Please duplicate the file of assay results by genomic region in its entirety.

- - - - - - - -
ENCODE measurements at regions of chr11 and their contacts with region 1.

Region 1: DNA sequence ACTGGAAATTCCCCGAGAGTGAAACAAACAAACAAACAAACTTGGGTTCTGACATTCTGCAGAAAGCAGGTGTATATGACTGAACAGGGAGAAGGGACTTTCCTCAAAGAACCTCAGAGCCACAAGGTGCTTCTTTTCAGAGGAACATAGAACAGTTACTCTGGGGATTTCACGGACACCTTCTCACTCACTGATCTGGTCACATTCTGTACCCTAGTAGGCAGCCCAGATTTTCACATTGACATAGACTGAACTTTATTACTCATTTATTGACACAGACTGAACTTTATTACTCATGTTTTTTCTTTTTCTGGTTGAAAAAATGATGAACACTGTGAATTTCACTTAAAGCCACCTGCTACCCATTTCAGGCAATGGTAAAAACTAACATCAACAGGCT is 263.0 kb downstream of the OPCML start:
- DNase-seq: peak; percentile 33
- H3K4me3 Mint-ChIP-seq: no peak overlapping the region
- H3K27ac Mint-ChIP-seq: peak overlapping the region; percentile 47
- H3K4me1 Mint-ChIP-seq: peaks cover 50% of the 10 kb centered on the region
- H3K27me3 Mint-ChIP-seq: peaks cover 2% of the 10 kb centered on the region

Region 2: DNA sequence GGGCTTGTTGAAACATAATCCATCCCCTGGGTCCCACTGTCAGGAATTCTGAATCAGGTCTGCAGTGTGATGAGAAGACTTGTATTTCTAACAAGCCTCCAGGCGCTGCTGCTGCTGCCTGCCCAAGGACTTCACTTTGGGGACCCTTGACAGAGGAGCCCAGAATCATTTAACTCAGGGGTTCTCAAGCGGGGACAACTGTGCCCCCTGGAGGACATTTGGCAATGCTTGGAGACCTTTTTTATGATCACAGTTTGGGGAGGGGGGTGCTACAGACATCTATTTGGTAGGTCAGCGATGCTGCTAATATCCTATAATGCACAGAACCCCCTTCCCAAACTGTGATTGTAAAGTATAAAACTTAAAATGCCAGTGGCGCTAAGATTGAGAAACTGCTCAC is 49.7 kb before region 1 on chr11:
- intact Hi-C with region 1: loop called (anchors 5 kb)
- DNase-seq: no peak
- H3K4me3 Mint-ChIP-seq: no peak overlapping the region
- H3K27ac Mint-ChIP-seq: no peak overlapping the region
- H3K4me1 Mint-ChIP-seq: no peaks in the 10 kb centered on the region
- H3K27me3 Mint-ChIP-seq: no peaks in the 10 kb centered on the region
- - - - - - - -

ENCODE measurements at regions of chr11 and their contacts with region 1.

Region 1: DNA sequence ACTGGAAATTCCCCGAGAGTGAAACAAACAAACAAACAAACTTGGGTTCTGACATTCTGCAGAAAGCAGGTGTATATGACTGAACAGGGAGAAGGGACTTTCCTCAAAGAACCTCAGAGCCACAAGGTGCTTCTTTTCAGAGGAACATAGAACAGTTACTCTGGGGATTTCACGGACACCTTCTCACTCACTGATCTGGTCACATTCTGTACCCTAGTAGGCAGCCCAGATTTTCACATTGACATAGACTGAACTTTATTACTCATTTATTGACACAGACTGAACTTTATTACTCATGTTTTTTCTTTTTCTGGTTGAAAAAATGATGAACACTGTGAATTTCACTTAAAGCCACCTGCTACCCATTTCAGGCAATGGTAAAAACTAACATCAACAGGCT is 263.0 kb downstream of the OPCML start:
- DNase-seq: peak; percentile 33
- H3K4me3 Mint-ChIP-seq: no peak overlapping the region
- H3K27ac Mint-ChIP-seq: peak overlapping the region; percentile 47
- H3K4me1 Mint-ChIP-seq: peaks cover 50% of the 10 kb centered on the region
- H3K27me3 Mint-ChIP-seq: peaks cover 2% of the 10 kb centered on the region

Region 2: DNA sequence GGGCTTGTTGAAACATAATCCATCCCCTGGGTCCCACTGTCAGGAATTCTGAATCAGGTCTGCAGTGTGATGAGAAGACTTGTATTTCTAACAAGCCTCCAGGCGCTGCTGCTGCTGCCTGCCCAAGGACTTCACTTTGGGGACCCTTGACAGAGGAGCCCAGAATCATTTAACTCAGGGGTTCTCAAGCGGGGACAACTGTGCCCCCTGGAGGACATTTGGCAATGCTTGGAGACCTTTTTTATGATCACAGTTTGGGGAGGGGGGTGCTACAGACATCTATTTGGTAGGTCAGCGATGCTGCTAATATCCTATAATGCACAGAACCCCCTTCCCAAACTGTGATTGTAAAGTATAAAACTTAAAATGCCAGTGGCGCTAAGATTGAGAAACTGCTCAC is 49.7 kb before region 1 on chr11:
- intact Hi-C with region 1: loop called (anchors 5 kb)
- DNase-seq: no peak
- H3K4me3 Mint-ChIP-seq: no peak overlapping the region
- H3K27ac Mint-ChIP-seq: no peak overlapping the region
- H3K4me1 Mint-ChIP-seq: no peaks in the 10 kb centered on the region
- H3K27me3 Mint-ChIP-seq: no peaks in the 10 kb centered on the region